Julian Assange Appears Confused At Court

Julia Quenzler/Handout via REUTERS

Phillip Nieto Contributor
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WikiLeaks Founder Julian Assange, 48, had a hard time stating his name and birth date during a Monday court appearance in London.

A judge reportedly asked Assange if he knew what was going on during the hearing to determine whether Assange would be extradited to the United States, to which he responded “not exactly” and that he “can’t think properly.”

“I don’t understand how this is equitable,” Assange said. “I can’t research anything, I can’t access any of my writing. It’s very difficult where I am.”

This was Assange’s first court appearance since May when he was sentenced to 50 weeks in jail for skipping bail. Last April, Assange was dragged out of the Ecuadorian embassy where he was staying under asylum for seven years.

In the United States, Assange faces 18 counts, including an espionage violation, and could spend decades behind bars if British courts approve his extradition, according to Reuters. (RELATED: Julian Assange To Be Extradited To US)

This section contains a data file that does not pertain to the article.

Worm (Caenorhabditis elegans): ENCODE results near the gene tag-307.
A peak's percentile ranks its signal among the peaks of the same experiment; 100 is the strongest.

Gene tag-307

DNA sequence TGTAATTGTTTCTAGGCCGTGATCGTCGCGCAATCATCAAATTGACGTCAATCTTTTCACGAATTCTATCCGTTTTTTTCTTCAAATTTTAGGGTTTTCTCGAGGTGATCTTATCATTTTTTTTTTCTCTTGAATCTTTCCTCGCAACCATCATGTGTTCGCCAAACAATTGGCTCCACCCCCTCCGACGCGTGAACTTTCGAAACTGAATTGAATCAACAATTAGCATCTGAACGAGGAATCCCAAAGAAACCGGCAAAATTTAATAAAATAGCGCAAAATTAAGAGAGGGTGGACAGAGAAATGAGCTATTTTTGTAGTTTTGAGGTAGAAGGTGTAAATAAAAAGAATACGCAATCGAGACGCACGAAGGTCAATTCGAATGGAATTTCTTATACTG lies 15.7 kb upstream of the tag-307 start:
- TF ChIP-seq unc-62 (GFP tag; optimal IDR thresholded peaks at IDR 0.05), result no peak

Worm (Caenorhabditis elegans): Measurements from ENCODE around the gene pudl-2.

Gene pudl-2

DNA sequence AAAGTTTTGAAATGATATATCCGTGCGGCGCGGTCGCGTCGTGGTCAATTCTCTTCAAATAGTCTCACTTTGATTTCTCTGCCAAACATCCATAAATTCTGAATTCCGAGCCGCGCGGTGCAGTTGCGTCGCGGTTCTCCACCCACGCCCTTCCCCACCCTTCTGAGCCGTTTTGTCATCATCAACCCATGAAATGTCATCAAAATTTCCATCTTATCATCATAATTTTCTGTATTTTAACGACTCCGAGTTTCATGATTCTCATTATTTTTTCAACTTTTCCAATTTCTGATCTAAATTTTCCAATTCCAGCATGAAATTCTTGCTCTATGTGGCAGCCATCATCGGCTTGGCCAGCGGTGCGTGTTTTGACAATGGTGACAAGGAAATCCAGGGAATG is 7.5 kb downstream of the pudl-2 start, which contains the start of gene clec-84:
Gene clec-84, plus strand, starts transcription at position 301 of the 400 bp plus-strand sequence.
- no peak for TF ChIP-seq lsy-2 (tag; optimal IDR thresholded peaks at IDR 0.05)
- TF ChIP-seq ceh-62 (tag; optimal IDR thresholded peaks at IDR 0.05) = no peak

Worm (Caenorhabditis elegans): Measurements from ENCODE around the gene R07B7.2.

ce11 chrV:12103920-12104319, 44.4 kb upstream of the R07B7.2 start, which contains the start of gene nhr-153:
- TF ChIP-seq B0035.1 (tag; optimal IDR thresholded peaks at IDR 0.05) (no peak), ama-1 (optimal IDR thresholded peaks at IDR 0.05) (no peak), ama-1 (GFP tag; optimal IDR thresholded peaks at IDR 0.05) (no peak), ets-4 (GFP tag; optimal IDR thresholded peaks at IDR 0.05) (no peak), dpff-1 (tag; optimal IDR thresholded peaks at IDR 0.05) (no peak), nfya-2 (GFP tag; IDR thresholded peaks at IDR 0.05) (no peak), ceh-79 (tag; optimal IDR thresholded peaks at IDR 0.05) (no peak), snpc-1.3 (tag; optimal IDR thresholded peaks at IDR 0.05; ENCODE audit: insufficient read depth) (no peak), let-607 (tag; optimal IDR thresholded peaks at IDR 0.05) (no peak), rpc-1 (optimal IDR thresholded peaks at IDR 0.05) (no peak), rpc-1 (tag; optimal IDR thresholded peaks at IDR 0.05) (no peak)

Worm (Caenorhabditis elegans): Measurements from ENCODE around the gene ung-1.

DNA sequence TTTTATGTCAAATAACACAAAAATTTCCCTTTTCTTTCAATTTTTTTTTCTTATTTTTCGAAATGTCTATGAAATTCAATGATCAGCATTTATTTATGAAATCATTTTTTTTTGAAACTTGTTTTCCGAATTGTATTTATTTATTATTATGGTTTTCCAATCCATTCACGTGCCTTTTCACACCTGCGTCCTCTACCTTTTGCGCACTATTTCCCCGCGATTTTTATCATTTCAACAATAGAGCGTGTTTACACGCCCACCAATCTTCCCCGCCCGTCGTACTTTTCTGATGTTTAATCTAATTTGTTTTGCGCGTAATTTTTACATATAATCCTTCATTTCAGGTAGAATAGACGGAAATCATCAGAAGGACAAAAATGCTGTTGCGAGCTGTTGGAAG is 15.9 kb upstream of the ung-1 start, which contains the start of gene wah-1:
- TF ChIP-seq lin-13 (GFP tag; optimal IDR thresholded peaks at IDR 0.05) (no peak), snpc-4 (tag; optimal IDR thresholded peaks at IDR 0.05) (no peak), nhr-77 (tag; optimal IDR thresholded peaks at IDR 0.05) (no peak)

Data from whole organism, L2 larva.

LONDON, ENGLAND – APRIL 11: Julian Assange gestures to the media from a police vehicle on his arrival at Westminster Magistrates court on April 11, 2019 in London, England.  (Photo by Jack Taylor/Getty Images)

Assange’s lawyer, Mark Summers, argued to have his next court appearance delayed by three months due to the unprecedented nature of the case.

“Our case will be that this is a political attempt to signal to journalists the consequences of publishing information,” Summer said according to Fox News. “It is legally unprecedented.”

“The American state has been actively engaged in intruding into privileged discussions between Mr. Assange and his lawyers in the embassy, also unlawful copying of their telephones and computers [and] hooded men breaking into offices,” he added.

The judge denied the request and the final hearing is set for February 25, 2020.

The WikiLeaks founder sought refuge in the embassy in 2012 after he was threatened with extradition to Sweden by British courts to answer for sexual assault charges levied against him by two women. Assange also wanted protection from the U.S. after publishing tens of thousands of diplomatic cables stolen by Chelsea Manning in 2010.